Drinks industry ‘distorted evidence’ to Holyrood on minimum pricing

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   By a Newsnet reporter

A former convener of the Scottish Parliament’s Health Committee has suggested that alcohol industry witnesses should be recalled to the committee in light of the information that has been published about evidence regarding minimum alcohol pricing having been distorted.

Today, an academic study of evidence provided to the Scottish Government as part of its alcohol policy consultation concludes that industry actors “ignored, misrepresented, and otherwise sought to undermine the content of the international evidence base on effective policies in order to influence policy.”

The report, published in the academic journal PLOS Medicine was based on research led by Dr Jim McCambridge at the London School of Hygiene and Tropical Medicine.  Dr McCambridge’s team examined submissions made by the industry to the Scottish Government’s consultation on minimum pricing for alcohol in 2008.

It found that:

  • Industry actors consistently oppose the approaches found in research to be most likely to be effective at a population level without actually engaging with the research literature in any depth.
  • Strong evidence is misrepresented and weak evidence is promoted. Unsubstantiated claims are made about the adverse effects of unfavoured policy proposals and advocacy of policies favoured by industry is not supported by the presentation of evidence.
  • The potential for corporations with vested interests to interfere with the evaluation of scientific evidence by policy makers needs to be restricted for effective policies to be designed.
  • Studies of the nature of alcohol industry and other corporate influences on public policies can be informed by work already conducted on the tobacco industry.

The Portman Group, which campaigns for the drinks industry on social responsibility, strongly disputed the report’s findings.

However the report’s findings were welcomed by organisations fighting to combat alcohol addiction and its social and medical effects. 

Dr Evelyn Gillan, Chief Executive of Alcohol Focus Scotland said:

“Alcohol Focus Scotland completely supports the Scottish Government’s efforts to reduce alcohol harm … It is regrettable that the Scotch Whisky Association and their European counterparts have delayed this month’s introduction of minimum pricing in Scotland by their legal challenge. This delay will cost lives.”

The SNP’s minimum pricing plans were defeated in the last Parliament by a combination of Labour, Lib Dem and Tory opposition. However, the plans were approved this term by a majority SNP Government, and after U-turns, by both the Lib Dems and the Tories.

The legislation is currently subject to a legal challenge brought at the Court of Session in Edinburgh by the Scotch Whisky Association (SWA) and several European wine and spirits bodies.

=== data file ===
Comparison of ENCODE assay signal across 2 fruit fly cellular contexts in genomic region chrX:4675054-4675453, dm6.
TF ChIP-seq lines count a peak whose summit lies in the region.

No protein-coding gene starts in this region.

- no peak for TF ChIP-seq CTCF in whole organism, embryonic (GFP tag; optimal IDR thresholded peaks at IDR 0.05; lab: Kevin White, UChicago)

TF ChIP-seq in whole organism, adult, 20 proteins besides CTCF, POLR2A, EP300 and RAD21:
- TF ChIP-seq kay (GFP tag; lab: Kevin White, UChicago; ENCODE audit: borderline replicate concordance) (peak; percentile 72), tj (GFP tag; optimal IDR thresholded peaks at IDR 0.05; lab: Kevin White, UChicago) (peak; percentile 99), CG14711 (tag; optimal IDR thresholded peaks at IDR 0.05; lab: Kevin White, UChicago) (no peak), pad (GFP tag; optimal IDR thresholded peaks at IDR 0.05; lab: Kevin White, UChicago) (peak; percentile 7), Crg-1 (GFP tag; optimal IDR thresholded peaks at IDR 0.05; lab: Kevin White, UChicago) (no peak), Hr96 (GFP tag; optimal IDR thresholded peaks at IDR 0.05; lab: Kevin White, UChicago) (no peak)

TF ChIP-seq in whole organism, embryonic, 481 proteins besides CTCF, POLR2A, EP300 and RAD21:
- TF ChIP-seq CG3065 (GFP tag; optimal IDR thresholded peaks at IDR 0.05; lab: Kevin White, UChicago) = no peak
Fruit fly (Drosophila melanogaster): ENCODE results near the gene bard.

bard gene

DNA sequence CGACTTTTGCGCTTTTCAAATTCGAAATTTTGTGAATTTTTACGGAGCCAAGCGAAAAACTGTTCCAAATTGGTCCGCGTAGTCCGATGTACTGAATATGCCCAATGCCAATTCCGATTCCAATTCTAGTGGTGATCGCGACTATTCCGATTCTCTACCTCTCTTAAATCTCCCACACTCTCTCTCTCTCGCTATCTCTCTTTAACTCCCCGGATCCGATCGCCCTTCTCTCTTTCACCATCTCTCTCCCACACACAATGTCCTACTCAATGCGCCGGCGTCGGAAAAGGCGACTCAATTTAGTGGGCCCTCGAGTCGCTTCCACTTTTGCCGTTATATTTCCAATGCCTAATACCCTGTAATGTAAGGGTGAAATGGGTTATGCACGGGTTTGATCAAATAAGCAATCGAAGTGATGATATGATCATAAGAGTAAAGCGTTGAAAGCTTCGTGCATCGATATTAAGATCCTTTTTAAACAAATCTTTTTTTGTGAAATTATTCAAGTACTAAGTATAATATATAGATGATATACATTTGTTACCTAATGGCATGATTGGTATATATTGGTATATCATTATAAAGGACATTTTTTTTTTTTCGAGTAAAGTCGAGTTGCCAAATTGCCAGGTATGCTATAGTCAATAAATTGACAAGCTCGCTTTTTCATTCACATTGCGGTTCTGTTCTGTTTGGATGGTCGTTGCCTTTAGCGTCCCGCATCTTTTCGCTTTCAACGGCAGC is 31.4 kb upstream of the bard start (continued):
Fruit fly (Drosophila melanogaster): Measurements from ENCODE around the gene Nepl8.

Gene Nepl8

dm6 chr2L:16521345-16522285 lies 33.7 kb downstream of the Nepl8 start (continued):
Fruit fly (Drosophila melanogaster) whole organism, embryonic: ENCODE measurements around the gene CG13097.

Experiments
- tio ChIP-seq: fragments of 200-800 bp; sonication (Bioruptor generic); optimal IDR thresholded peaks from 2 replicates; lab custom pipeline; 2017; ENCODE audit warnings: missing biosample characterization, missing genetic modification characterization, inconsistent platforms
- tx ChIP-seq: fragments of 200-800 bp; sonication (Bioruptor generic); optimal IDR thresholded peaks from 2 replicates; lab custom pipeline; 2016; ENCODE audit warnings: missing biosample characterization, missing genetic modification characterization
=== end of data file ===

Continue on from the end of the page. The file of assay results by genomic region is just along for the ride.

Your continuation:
SNP MSP Christine Grahame, who chaired the Health Committee’s extensive evidence sessions during the last Parliament, has said that the current legal challenge means it is essential that any dubiety about evidence on which the Committee’s conclusions were based be urgently investigated.

She has now written to current convener Duncan McNeill to suggest that the committee check the evidence submitted previously against the findings of today’s report, and invite Dr McCambridge and those named in the report to appear before the committee.

Commenting, Ms Grahame said:

“Alcohol policy was a heated political debate in the last parliamentary session, we had several evidence sessions where industry representatives strongly asserted that there was a lack of evidence to support the Scottish Government’s proposals – particularly minimum pricing.

“Of course, we already know that minimum pricing will be effective – as the research from Canada has shown, a minimum pricing policy introduced there has been far more effective than they ever expected.

“Given the highly critical comments by Dr McCambridge today, I think it would be appropriate for the Health Committee to check the evidence submitted last session against the findings in today’s report, and invite Dr McCambridge and any of those who may have been involved in giving incorrect evidence to appear before the committee.

“We did of course have to recall John Beard from Whyte & Mackay in the last session to clarify apparent contradictions in the evidence he gave – so there is no reason that others could not be invited to do likewise in light of this report.

“The minimum pricing policy is currently subject to a legal challenge from the drinks industry – so it is absolutely vital that we can have full confidence in the evidence on which some industry representatives based their claims.”

Scottish Health Secretary Alex Neil said:

“We’ll study the report very carefully indeed. I think not just the Scottish government but the Scottish parliament will have something to say if they have been deliberately misled by anybody.”